Thursday, 8 March 2012

Who wants to live forever?

Finding a genetic signature of extreme longevity and determining what exactly is the impact of the genetic background on human lifespan have been one of the most discussed topics in recent times. Everybody asking: to live over 100 is a matter of life-style or is written in your DNA?
We remember the excitement generated by the article published in Science in 2010 that describes a set of SNPs significantly associated with extreme longevity, and the delusion when these findings revealed to be inconsistent (the paper has been retracted in 2011). However the authors have reanalyzed the data, corrected the issues and were able to produce robust conclusions and a new publication, this time on PLOS One, in the early 2012.
Together with other clues already discussed in literature, such as high familiarity of extreme longevity, this is a strong evidence of the role of genetic background in influencing the human life expectation.
Taking advantage of the NGS technologies, several projects have been launched aiming to sequence a consistent group of people older than 100 to get clues on which variants and/or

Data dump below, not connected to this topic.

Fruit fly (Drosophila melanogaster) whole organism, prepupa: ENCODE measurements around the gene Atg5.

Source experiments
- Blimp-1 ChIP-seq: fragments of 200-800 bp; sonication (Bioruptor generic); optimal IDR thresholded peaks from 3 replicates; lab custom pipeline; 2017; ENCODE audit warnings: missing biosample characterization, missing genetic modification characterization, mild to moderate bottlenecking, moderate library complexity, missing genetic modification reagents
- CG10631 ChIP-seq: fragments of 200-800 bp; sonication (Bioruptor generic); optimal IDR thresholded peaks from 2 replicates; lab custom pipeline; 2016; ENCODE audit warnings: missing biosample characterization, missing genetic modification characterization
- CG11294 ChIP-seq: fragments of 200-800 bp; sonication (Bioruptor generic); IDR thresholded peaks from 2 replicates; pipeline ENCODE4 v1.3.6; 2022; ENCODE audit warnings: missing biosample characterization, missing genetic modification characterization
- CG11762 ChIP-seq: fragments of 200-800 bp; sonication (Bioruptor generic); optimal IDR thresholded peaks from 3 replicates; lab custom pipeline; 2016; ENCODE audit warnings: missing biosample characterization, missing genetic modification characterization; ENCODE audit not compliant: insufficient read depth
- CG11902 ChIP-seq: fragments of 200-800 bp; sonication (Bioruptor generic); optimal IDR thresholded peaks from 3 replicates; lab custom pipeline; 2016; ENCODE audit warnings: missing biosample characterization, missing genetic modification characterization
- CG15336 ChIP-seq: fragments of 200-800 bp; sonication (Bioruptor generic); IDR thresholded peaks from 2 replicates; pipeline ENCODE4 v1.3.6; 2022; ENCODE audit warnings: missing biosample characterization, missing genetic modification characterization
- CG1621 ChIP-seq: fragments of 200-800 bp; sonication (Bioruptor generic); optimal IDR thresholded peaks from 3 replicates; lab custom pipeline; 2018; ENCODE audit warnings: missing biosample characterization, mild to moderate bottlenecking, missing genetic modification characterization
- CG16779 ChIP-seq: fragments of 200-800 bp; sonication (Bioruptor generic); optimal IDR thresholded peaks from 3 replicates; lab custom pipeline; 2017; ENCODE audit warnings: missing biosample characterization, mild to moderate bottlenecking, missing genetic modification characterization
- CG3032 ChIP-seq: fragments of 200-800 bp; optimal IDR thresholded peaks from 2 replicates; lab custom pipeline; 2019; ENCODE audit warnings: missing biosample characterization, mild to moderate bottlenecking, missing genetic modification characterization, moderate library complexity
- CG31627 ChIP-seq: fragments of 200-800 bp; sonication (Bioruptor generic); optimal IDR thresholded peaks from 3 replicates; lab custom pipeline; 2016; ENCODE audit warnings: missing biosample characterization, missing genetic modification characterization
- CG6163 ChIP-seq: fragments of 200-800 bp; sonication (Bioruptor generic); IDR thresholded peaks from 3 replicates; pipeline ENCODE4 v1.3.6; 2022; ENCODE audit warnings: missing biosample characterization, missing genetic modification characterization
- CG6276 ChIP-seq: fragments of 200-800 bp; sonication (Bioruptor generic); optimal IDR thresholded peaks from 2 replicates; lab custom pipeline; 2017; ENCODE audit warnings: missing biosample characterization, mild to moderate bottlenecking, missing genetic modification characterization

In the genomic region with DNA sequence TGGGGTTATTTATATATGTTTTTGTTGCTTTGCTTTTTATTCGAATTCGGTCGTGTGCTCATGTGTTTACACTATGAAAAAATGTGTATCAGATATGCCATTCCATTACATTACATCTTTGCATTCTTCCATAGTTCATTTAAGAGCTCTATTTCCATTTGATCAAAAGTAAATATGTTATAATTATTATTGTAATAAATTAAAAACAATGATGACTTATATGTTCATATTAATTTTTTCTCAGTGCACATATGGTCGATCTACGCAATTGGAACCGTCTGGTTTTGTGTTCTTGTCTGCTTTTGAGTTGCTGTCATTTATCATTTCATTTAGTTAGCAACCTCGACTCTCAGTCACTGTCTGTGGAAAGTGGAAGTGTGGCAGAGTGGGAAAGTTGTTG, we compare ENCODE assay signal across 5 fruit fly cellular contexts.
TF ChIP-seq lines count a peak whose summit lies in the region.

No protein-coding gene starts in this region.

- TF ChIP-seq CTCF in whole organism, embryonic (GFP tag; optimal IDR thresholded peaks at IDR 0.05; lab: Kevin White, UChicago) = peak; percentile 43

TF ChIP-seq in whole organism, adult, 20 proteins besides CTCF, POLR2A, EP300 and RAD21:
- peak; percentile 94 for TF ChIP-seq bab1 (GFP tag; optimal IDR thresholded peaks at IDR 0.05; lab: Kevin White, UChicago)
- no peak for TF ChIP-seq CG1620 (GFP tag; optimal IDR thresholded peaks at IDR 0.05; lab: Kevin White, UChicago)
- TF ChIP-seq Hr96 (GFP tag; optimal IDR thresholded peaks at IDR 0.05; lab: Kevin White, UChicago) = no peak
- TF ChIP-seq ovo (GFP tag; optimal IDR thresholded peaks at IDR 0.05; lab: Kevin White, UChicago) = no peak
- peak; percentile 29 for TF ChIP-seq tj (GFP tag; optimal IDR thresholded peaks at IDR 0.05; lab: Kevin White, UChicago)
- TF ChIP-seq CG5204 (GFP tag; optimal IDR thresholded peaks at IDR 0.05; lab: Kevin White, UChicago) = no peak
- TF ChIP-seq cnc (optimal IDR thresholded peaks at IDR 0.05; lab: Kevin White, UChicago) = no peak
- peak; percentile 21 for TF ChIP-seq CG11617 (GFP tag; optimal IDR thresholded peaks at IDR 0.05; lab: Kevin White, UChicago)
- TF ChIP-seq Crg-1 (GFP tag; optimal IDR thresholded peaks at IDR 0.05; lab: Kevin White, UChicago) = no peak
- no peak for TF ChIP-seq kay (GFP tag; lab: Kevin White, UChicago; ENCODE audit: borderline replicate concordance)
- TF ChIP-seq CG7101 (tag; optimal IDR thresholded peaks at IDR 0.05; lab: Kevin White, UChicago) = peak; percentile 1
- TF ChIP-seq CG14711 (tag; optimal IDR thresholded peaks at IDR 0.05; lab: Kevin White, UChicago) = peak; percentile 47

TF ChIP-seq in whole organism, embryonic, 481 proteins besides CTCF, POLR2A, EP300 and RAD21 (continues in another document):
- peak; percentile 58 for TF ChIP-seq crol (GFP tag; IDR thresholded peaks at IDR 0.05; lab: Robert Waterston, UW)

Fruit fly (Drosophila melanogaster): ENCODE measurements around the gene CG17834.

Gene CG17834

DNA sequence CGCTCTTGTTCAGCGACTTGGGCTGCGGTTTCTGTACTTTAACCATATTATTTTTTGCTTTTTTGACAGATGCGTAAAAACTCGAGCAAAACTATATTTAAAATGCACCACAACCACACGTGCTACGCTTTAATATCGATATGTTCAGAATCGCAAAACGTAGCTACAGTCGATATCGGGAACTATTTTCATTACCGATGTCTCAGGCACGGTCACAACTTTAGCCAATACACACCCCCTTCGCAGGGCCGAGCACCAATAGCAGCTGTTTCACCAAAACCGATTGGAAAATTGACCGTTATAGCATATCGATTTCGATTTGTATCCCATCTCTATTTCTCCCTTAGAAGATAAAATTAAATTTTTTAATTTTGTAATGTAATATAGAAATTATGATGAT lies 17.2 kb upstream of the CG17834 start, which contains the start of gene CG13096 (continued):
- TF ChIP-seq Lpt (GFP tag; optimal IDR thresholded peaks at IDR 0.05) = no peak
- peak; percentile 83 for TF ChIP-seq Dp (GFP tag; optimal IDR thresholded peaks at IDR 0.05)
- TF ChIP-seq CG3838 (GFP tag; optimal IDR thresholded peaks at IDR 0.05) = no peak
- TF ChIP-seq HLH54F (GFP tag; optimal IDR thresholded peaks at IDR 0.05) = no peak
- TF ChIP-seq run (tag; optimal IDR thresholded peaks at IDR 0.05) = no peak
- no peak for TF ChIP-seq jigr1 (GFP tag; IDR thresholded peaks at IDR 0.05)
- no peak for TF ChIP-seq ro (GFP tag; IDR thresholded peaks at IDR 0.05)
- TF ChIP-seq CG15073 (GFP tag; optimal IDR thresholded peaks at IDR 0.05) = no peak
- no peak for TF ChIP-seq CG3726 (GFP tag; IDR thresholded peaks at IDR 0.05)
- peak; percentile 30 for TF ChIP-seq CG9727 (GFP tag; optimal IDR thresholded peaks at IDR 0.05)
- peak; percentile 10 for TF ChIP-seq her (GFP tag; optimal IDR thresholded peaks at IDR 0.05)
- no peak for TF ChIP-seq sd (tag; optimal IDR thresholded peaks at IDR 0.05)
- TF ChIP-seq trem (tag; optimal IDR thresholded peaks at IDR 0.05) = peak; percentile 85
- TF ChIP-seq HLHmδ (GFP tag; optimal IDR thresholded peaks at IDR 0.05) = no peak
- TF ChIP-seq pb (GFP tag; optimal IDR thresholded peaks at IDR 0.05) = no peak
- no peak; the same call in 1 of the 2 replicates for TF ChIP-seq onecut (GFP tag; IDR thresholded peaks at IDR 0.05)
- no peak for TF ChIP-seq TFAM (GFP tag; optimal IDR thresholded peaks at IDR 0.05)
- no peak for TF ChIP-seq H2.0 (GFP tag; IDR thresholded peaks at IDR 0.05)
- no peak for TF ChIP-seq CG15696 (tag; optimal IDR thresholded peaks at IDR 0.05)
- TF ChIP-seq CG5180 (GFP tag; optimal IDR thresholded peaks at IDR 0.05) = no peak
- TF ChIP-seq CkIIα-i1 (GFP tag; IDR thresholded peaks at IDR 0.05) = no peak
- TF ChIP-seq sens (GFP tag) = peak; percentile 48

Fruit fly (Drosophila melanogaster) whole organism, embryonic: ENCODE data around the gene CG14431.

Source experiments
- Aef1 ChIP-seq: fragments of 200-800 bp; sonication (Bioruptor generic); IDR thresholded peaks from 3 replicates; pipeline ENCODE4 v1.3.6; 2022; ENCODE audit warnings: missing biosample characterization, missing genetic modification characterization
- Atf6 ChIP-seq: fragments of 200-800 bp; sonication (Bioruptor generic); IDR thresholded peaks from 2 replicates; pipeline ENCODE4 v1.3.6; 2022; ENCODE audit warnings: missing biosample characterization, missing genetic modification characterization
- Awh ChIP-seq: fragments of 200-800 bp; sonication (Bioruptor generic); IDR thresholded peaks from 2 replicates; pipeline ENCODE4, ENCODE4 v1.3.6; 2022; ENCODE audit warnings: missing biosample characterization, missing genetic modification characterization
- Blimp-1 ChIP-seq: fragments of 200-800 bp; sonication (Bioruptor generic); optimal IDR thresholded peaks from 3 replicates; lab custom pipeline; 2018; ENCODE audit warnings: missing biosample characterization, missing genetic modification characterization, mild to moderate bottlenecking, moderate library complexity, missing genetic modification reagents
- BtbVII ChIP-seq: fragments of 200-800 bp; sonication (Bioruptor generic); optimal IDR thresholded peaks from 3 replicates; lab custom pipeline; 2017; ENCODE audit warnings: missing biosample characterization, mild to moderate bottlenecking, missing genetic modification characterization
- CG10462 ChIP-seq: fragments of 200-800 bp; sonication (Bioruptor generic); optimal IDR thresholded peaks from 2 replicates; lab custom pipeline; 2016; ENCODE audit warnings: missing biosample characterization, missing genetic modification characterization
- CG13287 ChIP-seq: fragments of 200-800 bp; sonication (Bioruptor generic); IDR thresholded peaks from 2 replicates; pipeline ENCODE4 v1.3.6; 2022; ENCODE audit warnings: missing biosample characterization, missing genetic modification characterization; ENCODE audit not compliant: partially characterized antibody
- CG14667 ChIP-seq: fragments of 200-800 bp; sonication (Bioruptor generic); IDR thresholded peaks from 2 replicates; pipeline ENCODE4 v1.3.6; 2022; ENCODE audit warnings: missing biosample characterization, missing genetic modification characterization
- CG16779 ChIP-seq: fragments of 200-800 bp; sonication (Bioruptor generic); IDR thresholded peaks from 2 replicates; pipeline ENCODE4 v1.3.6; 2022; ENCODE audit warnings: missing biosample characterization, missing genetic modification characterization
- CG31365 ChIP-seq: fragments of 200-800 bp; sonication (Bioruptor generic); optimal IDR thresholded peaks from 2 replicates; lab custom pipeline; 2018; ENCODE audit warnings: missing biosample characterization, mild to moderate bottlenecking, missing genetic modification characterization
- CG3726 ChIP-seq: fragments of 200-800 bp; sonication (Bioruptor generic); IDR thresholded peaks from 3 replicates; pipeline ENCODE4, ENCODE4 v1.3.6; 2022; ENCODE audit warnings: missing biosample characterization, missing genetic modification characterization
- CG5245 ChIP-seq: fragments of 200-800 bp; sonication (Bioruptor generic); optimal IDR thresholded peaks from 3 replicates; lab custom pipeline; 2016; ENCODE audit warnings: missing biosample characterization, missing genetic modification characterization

genetic mechanisms are at work to give these subjects a long and surprisingly healthy life. Examples are the Medco 100 over 100 Prize or the New England Centenarian Study.
Sebastiani (the first author of the previously cited paper) has also recently published the results from the whole genome sequencing of two individuals, one male and one female, over 114 years old. The paper reports interesting findings on the distribution of genetic variants and tested the 4 main models proposed for extreme longevity genetics: presence of alterations in metabolic pathways, lack of disease-associated variants, presence of rare variants, enrichment in longevity associated variants. Even if two individuals are clearly not sufficient for inferring final conclusion, the data obtained supported a scenario in which disease-associated variants are not depleted, but are likely counter-balanced by the enrichment of longevity associated variants (the two subject tested resulted enriched in variants near the ones previously identified as longevity associated). Moreover, a detailed annotation of the identified variants showed that modifications in splicing events may be an important factor, calling for future RNA-Seq studies on ultracentenarians.
Overall this is the first reported WGS on subjects >100 years old and an interesting pilot project for future larger studies.

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